Thursday, August 16, 2007
Thermometer in car reaches 106 degrees
All people can talk about just now is the weather. Last night I noticed the weatherman on TV had cloven hoofs, horns, a pitchfork, and a pointy tail. Hmmm... Even “Wiley Coyote” and “Road Runner” in the cartoons are walking, carrying their water bottles!
Monday, as I drove to Holly Springs from Oxford, the thermometer in my car (which I think is accurate) registered 106 degrees.
Our church has a nice room below the sanctuary where we have services during extreme weather. I say that we can enjoy our historic sanctuary when the high for the day is to be above 20 or below 100. At other times, we move downstairs. I hope everyone was more comfortable.
People used to be tougher: I found an old note in our church records from the 1870s when the deacons were instructed to heat the sanctuary to at least 50 degrees; otherwise the service was to be held downstairs. Of course, there was no air-conditioning; although our church preserves an interesting, though primitive air-cooling system.
In the long walls on either side of the 1860 building are passages built into the brick walls, that have openings at the downstairs and upstairs levels. When opened, these encouraged the hot air to rise, drawing up cooler air from downstairs. Coupled with this was a large trap door from the attic to the roof, which when opened worked like a giant chimney, circulating the air. The stained glass windows also had sashes that opened. So the air moved a bit in the various rooms, all by natural flow on the principle that heat rises.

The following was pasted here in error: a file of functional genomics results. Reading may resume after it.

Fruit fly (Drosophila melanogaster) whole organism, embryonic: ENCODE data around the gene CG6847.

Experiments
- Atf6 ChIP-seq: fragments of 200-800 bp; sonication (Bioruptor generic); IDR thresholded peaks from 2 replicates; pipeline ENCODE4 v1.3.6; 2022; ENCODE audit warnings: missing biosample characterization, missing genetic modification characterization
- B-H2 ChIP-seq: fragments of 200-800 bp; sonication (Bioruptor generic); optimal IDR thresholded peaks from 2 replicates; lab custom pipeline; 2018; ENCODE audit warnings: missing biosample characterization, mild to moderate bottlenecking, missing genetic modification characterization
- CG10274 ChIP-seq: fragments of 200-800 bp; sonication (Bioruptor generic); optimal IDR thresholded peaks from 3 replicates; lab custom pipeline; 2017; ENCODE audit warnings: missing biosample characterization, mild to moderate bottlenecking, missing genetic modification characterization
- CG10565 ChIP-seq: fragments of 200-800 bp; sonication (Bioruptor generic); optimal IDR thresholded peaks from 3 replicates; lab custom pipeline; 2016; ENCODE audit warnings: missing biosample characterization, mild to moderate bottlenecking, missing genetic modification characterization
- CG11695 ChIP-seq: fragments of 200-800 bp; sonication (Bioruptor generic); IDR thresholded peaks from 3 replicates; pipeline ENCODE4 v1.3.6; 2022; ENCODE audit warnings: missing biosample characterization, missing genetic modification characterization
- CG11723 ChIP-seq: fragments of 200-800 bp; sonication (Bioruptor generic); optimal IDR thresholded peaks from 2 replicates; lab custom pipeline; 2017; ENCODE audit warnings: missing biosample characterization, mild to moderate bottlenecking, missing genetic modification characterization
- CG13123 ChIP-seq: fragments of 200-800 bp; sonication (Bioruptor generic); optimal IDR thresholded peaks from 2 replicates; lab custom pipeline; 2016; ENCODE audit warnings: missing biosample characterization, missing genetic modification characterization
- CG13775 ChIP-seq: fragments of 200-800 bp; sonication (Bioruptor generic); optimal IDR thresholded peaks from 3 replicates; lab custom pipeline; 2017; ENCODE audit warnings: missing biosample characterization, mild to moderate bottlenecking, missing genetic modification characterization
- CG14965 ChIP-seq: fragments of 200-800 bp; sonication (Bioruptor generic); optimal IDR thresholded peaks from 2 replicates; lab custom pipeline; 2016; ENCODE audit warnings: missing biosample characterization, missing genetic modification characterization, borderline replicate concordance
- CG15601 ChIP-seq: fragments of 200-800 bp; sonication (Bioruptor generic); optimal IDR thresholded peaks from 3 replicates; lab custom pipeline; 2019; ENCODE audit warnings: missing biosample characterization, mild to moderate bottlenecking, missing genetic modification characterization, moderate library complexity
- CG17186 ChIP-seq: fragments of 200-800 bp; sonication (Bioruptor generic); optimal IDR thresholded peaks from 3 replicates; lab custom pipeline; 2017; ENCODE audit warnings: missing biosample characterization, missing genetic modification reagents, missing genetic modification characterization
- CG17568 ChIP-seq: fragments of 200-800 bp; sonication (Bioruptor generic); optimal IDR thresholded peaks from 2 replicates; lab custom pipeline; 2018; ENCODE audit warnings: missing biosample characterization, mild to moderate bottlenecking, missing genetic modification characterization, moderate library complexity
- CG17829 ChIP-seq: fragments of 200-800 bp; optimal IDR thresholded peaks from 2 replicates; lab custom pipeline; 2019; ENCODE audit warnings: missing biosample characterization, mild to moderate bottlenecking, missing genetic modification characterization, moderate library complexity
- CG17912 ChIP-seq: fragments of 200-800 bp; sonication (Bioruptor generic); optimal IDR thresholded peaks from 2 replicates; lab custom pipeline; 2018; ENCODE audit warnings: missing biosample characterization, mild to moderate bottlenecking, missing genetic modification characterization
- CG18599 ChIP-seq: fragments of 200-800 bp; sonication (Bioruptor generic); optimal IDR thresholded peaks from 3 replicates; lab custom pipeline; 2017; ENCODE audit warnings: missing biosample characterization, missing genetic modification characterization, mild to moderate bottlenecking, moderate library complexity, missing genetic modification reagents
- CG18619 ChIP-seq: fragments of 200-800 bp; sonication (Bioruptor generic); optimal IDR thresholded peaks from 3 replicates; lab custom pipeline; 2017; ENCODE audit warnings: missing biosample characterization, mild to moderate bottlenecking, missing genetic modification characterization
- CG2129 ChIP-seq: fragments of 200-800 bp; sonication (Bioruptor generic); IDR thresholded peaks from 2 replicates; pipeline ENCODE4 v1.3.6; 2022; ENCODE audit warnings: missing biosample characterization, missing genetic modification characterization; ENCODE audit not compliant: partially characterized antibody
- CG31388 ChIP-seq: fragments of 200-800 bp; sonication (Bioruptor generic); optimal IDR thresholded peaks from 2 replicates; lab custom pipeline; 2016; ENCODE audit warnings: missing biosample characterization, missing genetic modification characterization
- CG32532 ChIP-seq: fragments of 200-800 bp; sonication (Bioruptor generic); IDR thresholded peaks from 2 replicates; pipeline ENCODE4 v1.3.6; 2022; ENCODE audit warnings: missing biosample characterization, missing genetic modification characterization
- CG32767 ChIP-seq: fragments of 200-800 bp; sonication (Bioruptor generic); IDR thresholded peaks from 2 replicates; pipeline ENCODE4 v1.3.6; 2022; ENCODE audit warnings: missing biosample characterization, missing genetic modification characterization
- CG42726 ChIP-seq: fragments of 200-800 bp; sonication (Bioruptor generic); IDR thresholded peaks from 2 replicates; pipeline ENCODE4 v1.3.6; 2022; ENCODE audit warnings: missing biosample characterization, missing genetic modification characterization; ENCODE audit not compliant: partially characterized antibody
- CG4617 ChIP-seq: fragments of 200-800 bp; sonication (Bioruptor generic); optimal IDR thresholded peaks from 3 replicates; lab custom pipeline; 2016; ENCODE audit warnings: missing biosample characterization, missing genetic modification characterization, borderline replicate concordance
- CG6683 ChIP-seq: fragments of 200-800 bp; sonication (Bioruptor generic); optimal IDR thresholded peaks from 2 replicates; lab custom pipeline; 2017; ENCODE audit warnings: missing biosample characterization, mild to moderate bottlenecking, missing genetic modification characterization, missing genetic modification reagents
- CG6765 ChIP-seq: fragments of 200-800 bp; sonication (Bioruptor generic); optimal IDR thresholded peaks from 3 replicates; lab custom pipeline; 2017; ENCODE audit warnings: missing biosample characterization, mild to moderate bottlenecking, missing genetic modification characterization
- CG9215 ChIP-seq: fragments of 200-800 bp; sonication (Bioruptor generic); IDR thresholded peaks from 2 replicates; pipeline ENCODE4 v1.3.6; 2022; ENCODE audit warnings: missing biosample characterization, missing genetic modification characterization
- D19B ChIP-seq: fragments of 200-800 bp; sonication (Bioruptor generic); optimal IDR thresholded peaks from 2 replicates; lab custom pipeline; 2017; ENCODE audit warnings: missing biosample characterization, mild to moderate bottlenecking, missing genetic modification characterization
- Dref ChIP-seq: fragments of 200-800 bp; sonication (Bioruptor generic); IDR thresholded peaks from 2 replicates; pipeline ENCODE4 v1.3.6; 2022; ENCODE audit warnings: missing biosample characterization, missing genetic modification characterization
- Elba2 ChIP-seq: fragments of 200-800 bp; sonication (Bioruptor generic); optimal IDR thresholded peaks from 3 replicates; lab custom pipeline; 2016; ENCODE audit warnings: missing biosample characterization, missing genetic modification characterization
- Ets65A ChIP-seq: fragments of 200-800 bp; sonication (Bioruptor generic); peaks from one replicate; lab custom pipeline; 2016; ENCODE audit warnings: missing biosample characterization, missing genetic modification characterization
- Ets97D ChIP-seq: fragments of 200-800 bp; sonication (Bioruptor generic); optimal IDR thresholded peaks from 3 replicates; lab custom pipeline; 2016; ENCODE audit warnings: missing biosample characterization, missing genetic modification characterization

There is still a huge cypress ladder that climbs from the balcony of our church to the attic. It was there so that the men could climb up and open that trap door in the roof. Several years ago when storms kept blowing the trap door off its hinges, we had a roofer close the opening and cover it with shingles. But we left the ladder as a reminder of the old times. Come see us, and I will give you a tour.
I also note that (at least in some years), our summer services were scheduled for 8:30 a.m. I have a photo of Mr. Tomkinson, our minister in the 1930s, in a white linen suit, perfect for conducting services in the hot weather. Of course, everyone used those wonderful old hand fans, distributed by the funeral homes. We still have a few scattered about in our pews.
It is also the season for revivals. Revivals were scheduled after the crops were “laid by” and before they were harvested. They were as much for social entertainment as religious conversion. And yes, Presbyterians -- even Episcopalians -- in Holly Springs once had revivals. It was never too hot for such occasions. Perhaps the heat served as a nice backdrop for the themes that ministers often held forth on then.
The hottest I ever have been was when I served our church in Chicago. It was not air-conditioned. I did buy an electric fan for my Sunday school room, and wouldn’t you know it, a thief came along and took it. That was the only “crime” I ever experienced while living in the big city. I suppose that if the thief really needed it, I was glad for him to have it. I would have given him the fan if he had asked.
Meanwhile, as my cousin Fred used to say, “Be good to yourself, count your many blessings, and communicate!”
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